“I just want to forget about that whole experience. I feel bad enough as it is that Craig Buck might have been killed because of something that happened here in the ER.”

“C’mon, you know that you can’t be blamed for a crazy woman’s actions.”

Sachi knew that she couldn’t take responsibility for Mrs. Ellis’s actions. Maybe if she was in her thirties or younger, she would have blamed herself. But as a woman who was about to turn 62, she knew better.

“I have one last favor to ask of you,” Kenji said.


“I want you to read this.” He handed Sachi a stuffed manila envelope.

In spite of herself, Sachi took it and opened the metal clasp. Out came a manuscript printed out on computer paper. She noted the title page: “Dare to Fly: Taking Life Risks in the Dark Unknown. By Kenji Asano.”

“Why don’t you let Olivia look it over?”

“She’s completely cut herself off. She and Taku have gone back to Britain. Anyway, this wouldn’t be anything she could relate to.”

“I’m an RN, not a writer. I doubt that my feedback could help in any way.”

“Only that you were a die-hard fan of Fold Anew. You related to what I was writing about.”

“That’s when I thought Mr. Buck was the author.”

“The words are the same.”

“But not the intent behind them. I felt Mr. Buck was talking to me. He was the master origamist. He knew what he was talking about. Do you even know how to do origami?”

Kenji held out his large, stubby fingers. “Do you think these hands could even fold towels?”

“And I bet you’ve never hit anyone in your life.” Sachi was referring to him pretending to be Mr. Buck’s bodyguard.

“Never had to. I’ve always been so big, kids stayed away. Adults didn’t want to mess with me, either. But I have worked as a bodyguard. That part is true. It’s just that I was always writing in my spare time. Mr. Buck gave me a chance to do what I loved.”

Sachi didn’t say anything for a moment.

“Anyway, if you could just read this and tell me what you think. I have to give it to my agent next week, and I sure would appreciate a second opinion.”

“An agent? You almost sound legitimate.”

“It’s the same agent who sold Fold Anew. She knew that I was one of the ghostwriters.”

At least someone else knew the truth, Sachi said to herself.

“Look, you can burn it, if you want. But I would really appreciate it if you gave it a chance.” He took out a business card from his pocket. “I just got these made.”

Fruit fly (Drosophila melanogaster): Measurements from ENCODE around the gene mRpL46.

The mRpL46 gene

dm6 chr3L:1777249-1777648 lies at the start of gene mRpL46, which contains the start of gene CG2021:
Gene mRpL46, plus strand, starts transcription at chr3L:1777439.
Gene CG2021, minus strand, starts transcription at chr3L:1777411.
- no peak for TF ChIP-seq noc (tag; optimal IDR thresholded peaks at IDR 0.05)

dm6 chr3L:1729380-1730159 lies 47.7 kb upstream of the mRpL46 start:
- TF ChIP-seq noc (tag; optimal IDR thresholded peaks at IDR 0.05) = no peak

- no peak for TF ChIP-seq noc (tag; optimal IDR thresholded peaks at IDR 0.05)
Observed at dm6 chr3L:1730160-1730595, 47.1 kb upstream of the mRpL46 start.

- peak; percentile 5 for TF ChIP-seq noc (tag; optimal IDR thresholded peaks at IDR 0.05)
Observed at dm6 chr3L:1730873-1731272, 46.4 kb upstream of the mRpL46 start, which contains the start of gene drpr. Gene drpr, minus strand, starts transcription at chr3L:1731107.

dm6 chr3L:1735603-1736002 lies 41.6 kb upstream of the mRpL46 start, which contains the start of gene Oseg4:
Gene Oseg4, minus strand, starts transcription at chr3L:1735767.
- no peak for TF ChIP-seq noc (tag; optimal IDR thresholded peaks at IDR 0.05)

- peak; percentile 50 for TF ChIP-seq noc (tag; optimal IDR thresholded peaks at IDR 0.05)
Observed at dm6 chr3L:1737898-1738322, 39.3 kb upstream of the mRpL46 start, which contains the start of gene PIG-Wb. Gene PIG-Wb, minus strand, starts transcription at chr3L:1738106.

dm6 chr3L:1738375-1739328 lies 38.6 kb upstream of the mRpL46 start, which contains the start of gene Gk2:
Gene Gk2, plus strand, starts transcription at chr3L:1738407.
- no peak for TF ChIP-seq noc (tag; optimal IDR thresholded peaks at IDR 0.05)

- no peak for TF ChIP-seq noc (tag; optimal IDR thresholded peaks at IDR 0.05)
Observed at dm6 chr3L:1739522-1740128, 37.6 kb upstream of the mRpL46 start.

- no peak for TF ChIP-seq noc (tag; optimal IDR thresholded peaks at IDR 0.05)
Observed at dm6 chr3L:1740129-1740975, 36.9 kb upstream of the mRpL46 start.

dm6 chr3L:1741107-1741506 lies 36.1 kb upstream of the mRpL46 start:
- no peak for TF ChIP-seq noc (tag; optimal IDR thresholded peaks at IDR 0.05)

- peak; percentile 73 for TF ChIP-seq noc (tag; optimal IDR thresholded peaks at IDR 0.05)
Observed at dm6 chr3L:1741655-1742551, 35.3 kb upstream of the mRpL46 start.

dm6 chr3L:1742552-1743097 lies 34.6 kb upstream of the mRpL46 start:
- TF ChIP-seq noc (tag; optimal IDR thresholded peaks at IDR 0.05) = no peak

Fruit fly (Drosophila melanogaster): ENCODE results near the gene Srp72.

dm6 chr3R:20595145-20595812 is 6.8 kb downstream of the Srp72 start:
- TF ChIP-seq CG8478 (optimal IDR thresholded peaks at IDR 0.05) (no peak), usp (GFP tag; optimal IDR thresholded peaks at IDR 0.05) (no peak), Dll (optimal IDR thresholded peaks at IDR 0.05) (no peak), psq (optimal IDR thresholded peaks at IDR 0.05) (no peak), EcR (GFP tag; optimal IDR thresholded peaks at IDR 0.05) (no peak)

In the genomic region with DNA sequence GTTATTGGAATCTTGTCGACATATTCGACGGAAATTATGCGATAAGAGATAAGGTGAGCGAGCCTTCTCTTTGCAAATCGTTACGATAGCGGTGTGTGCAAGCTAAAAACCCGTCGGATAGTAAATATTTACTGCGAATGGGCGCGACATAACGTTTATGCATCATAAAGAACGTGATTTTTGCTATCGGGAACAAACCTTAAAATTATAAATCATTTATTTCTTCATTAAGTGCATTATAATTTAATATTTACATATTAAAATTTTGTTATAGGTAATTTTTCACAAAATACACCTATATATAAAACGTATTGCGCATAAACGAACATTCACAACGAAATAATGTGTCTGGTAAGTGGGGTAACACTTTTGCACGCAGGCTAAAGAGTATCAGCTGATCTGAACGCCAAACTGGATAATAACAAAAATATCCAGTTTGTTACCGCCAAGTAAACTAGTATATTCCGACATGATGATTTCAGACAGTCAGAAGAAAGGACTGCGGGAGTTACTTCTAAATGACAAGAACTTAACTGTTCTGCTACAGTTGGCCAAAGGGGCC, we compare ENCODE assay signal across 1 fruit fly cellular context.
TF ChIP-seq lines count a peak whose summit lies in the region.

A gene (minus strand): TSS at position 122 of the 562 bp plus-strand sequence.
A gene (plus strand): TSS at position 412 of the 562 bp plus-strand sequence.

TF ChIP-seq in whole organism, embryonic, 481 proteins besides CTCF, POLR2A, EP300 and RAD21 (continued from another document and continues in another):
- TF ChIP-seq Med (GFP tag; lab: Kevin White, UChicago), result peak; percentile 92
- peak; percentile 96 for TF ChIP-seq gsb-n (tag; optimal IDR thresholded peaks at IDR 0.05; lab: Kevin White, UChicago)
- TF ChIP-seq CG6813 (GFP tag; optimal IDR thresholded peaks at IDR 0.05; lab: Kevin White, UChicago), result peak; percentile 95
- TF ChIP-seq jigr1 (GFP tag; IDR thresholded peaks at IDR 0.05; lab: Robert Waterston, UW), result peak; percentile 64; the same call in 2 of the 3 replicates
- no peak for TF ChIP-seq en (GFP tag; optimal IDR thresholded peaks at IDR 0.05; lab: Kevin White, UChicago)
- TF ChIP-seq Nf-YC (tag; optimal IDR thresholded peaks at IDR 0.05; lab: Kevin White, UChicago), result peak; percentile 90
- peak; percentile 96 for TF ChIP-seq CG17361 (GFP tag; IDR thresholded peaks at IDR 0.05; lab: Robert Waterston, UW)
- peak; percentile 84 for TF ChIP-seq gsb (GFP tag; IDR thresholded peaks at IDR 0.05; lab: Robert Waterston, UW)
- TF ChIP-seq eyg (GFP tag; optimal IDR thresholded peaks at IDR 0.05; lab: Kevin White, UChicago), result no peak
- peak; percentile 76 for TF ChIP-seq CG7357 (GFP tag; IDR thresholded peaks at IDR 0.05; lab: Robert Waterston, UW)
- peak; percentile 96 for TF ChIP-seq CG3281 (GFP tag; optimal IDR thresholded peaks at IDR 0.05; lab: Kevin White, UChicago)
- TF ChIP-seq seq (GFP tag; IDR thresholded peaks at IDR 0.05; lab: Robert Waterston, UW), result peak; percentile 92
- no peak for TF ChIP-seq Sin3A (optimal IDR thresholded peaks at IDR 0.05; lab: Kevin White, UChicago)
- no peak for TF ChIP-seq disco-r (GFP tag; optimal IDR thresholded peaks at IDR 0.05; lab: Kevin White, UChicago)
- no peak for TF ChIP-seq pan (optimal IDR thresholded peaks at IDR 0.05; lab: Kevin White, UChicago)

It had his name and the job description, “writer,” along with a new e-mail address and a P.O. box address in Los Angeles.

Sachi couldn’t help but to notice the change in residence. “So you are in L.A. now.”

“I figure that there are more opportunities here.”

Sachi’s skin felt tingly, but she tried to be a hundred percent professional. “Well, if I have time this weekend, I’ll give it a read.”

“I’d appreciate that. It would mean a lot to me.”

An ambulance, its siren blaring, was approaching.

“Well, I guess you’re busy.”

“Yes, I am.”

“Hope to hear from you, Sachi,” he said. And then he made his way through the rows of people, waiting for medical attention.

Sachi still had the manuscript in her hands and turned the title page. “To Sachi, who gave me the guts to stand on my own.” The words hit her hard and she couldn’t move.

“So who’s the guy, Sach?” Oscar returned to Sachi’s side, pulling on some acrylic gloves.

“He just might be my retirement.”

Oscar, in his youth, looked confused. Sachi took out a pair of gloves from her smock and awaited the delivery of broken people that was coming their way.


© 2016 Naomi Hirahara

Death of an Origamist fiction mystery naomi hirahara origami

About this series

Sachi Yamane, an emergency room nurse, escapes the pressure of life-and-death situations through the precise and calming world of origami. Attending an origami convention in Anaheim, California, she looks forward to meeting her idol, Craig Buck, a guru of not only origami but also life. Over the past two years, Sachi has gone through her set of losses—her husband’s fatal heart attack and unexpected deaths of some coworkers. Meeting Buck and being immersed in origami will again restore peace in Sachi’s life, or so she thinks. But as it turns out, the origami convention is not the safe haven that this sixty-one year old Sansei imagines it to be.

This is an original serialized story written for Discover Nikkei by award-winning mystery author Naomi Hirahara. 

Read Chapter One